A documentary about a gay choir singing their way through the American South could be an earnest tearjerker, or fabulously entertaining. (Even better, both.) Unfortunately, the catchy premise laid out in “Gay Chorus Deep South” never comes to life on the screen. With muted characters and a conventional structure, the movie struggles to find the fun or the spirit, humming between high notes and low notes to fall flat in the middle. While its heart is in the right place, “Gay Chorus Deep South” just doesn’t sing.
With LGBTQ+ rights under attack around the country, and anxieties about reaching across the aisle reigniting in the run up to the 2020 election, the time is ripe for an uplifting tale of ideological chasms bridged by the power of music. The subject matter is political, timely, and carries a message of love and acceptance. It makes perfect sense that powerhouse documentary executive Sheila Nevins chose “Gay Chorus Deep South” as her first project under her new role as head of MTV Documentary Films. Nevins is giving the film an awards push, but it may be too understated to excite voters.
Directed by David Charles Rodrigues, “Gay Chorus Deep South” follows the San Francisco Gay Men’s Chorus on a tour through the American South. It’s an inspired idea to burst out of the ever-looming “liberal bubble” and stop preaching — or in this case, singing — to the choir. Chorus members used their own money to join the tour, which the organizers deliberately scheduled in states with the worst track records on LGBTQ+ rights. In another bold move, the musical program offered gay-positive interpretations of traditionally religious music by changing lyrics to preach tolerance and love.
It’s a personal mission for the singers, many of whom left the South and other conservative small towns to find community in the gay mecca of San Francisco. Chief among them is choir creative director Tim Seelig, whose story is sad and familiar: leaving the church, shunned by his ex-wife, and cut off from his children. Seelig presides over his eclectic flock like a benevolent minister — he counsels one member to invite his parents more directly, and peppers his directorial speeches with quaint and convivial humor.
The most compelling character is Ashlé, a black trans-femme who explores her gender identity throughout the film. She first introduces herself as a trans woman, later settling into gender non-conforming and the in between. While the movie stays on the surface of her journey, Ashlé’s embrace of ambiguity is an important side of the trans experience, and one that’s less often explored onscreen.
However, while the music is beautiful, it lacks energy. That’s no fault of the filmmaking; Seelig’s arrangements lean somber and mellifluous over spirited and uplifting. When a different choir inexplicably pops in near the film’s conclusion and features a transcendent phrase from a soulful woman soloist, viewers may find themselves wishing the San Francisco Gay Men’s Chorus accepted more women.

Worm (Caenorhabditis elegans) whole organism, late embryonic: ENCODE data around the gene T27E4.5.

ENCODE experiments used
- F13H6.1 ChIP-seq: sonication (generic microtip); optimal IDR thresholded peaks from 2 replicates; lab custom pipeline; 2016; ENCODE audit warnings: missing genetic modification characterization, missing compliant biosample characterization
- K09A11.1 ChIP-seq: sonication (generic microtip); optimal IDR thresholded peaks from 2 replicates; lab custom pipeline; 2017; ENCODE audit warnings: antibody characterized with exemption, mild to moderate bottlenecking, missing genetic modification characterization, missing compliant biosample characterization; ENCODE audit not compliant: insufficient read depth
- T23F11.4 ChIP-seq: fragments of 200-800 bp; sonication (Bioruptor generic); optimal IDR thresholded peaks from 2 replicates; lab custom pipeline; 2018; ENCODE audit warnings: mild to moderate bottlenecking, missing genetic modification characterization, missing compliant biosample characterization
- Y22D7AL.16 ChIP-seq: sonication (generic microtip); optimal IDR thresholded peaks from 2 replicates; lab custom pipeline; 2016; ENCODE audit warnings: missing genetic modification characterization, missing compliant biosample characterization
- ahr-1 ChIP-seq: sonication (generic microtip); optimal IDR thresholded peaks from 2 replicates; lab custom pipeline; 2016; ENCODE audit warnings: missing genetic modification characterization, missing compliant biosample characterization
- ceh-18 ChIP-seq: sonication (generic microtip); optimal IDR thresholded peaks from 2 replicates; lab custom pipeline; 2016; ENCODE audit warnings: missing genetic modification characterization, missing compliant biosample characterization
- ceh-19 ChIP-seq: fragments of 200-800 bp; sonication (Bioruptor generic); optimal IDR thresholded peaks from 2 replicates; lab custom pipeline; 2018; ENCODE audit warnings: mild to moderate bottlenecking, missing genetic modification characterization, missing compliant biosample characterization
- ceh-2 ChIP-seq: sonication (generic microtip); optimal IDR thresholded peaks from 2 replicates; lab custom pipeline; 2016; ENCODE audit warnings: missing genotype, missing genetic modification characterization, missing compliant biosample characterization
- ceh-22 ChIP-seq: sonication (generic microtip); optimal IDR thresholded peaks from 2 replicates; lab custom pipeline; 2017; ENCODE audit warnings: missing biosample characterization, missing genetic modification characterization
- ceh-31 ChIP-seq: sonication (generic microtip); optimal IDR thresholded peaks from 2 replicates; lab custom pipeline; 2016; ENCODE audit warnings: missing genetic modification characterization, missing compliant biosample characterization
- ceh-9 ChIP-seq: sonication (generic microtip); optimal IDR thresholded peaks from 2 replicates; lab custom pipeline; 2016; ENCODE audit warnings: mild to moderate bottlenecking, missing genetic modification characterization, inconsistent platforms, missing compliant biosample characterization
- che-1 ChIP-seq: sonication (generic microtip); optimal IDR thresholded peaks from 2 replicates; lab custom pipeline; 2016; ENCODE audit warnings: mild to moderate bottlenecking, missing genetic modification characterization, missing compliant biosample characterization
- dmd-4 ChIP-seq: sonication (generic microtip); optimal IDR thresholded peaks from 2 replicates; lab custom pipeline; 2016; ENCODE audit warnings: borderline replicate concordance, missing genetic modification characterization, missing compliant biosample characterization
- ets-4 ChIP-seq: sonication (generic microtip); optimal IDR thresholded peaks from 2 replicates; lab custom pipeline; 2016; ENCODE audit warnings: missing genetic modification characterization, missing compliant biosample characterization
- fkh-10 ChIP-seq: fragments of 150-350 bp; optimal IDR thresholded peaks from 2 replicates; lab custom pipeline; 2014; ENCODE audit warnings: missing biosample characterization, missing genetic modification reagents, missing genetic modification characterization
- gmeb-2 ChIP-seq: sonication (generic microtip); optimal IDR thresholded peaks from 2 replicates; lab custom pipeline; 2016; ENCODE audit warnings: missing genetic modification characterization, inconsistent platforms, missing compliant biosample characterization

“Gay Chorus Deep South” is the second feature documentary from David Charles Rodrigues, who shares writing credit with Jeff Seymann Gilbert. It’s unclear if Rodrigues couldn’t find more dynamic interview subjects from the sea of singing gay men, or if he felt it necessary to focus heavily on Seelig. More creative casting could have gone a long way toward enlivening the story, which is often told inside the confines of a tour bus or rehearsal room.
There are moving moments: members reconnecting with estranged family, slightly uncomfortable dinners with generous but cautious hosts, and interviews with isolated teenagers who are nervous but excited to be surrounded by community for the first time. However, the film needed more to pack an emotional punch.
Last year’s “The Gospel of Eureka” offers a more creative take on how gay communities in the South co-mingle with religion. Set in a tiny Arkansas town that is home to both the biggest Jesus statue in the country and one of the state’s only drag bars, “The Gospel of Eureka” succeeds where “Gay Chorus” fails by tapping into an oddball specificity. Another take on a similar theme is Rob Epstein and Jeffrey Friedman’s YouTube Original documentary feature “State of Pride,” which found unexpected characters to illuminate the day to day lives of gay people living in the South. Without compelling characters or one or two specific locations to anchor it, “Gay Chorus Deep South” can’t find the notes.
MTV Documentary Films will release “Gay Chorus Deep South” in theaters on November 1.